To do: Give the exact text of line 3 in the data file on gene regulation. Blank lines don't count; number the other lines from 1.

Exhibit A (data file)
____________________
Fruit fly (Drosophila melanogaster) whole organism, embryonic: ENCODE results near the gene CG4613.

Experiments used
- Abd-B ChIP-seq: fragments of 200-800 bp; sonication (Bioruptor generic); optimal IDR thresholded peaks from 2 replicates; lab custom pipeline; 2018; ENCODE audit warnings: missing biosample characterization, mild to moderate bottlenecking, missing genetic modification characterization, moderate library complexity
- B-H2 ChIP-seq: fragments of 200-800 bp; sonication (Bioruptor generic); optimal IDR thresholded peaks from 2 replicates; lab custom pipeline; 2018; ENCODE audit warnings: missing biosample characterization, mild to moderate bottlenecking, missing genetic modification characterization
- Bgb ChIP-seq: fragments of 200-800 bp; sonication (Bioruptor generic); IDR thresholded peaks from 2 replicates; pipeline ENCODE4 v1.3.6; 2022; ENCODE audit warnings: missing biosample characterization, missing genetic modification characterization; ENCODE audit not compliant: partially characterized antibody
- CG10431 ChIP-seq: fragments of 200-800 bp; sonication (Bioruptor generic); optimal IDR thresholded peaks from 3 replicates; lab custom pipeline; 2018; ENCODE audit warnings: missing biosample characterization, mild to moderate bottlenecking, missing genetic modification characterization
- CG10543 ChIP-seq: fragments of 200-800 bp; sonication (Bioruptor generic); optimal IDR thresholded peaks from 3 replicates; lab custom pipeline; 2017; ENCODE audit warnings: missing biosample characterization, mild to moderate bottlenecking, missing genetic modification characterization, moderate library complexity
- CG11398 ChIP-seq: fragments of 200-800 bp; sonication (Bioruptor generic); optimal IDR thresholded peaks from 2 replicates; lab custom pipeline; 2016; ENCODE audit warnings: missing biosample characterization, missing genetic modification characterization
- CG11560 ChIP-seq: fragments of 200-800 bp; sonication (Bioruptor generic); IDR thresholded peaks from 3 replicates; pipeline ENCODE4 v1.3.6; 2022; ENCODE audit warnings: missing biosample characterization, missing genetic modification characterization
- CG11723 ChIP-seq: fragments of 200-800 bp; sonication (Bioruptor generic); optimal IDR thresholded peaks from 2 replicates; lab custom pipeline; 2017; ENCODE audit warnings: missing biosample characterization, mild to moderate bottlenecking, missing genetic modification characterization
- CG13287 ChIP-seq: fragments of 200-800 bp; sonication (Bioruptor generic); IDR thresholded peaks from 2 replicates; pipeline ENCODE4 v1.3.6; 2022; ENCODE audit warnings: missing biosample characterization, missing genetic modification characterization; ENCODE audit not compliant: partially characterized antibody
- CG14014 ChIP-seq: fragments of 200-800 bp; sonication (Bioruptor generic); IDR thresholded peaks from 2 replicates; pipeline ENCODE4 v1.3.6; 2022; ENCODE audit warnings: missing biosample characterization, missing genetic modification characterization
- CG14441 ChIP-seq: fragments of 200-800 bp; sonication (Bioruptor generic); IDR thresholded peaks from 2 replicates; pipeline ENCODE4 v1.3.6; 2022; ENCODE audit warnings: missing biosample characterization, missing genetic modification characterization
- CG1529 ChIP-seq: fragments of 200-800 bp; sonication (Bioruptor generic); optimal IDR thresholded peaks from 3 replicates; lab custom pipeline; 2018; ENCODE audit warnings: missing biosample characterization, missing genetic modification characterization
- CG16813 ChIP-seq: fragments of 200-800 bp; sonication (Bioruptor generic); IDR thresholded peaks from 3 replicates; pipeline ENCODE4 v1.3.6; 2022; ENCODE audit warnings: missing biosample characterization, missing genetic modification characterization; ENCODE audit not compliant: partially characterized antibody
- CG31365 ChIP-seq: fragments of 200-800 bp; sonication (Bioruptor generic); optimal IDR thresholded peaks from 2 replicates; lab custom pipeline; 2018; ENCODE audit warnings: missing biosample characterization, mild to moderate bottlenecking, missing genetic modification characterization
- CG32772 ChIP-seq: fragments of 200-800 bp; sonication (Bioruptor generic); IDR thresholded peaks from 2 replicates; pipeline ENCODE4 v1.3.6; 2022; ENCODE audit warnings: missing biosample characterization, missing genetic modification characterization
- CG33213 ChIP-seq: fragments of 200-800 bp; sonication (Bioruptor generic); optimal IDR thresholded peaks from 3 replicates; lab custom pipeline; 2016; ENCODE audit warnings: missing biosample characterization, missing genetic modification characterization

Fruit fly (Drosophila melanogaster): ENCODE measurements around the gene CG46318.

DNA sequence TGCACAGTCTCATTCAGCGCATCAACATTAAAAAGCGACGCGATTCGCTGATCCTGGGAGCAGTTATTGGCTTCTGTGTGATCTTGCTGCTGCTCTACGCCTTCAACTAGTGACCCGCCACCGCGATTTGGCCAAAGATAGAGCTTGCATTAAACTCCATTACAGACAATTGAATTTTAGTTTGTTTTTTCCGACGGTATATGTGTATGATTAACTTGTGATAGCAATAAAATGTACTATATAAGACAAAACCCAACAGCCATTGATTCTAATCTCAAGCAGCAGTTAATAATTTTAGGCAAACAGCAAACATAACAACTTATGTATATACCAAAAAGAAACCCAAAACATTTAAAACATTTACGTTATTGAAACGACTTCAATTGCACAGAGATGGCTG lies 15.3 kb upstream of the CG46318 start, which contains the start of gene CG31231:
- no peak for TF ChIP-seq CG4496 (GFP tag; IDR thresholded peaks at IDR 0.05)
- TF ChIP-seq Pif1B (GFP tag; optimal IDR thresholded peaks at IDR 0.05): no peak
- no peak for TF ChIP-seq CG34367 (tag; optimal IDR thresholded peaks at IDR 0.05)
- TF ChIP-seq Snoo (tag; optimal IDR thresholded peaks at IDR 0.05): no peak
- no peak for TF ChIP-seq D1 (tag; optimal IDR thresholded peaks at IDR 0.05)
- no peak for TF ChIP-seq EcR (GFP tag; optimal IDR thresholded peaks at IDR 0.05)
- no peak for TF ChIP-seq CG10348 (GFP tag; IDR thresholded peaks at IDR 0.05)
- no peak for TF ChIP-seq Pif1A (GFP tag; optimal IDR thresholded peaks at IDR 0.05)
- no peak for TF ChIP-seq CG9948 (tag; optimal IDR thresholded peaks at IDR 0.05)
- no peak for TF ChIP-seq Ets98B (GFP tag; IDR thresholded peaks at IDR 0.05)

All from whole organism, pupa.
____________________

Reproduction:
- Abd-B ChIP-seq: fragments of 200-800 bp; sonication (Bioruptor generic); optimal IDR thresholded peaks from 2 replicates; lab custom pipeline; 2018; ENCODE audit warnings: missing biosample characterization, mild to moderate bottlenecking, missing genetic modification characterization, moderate library complexity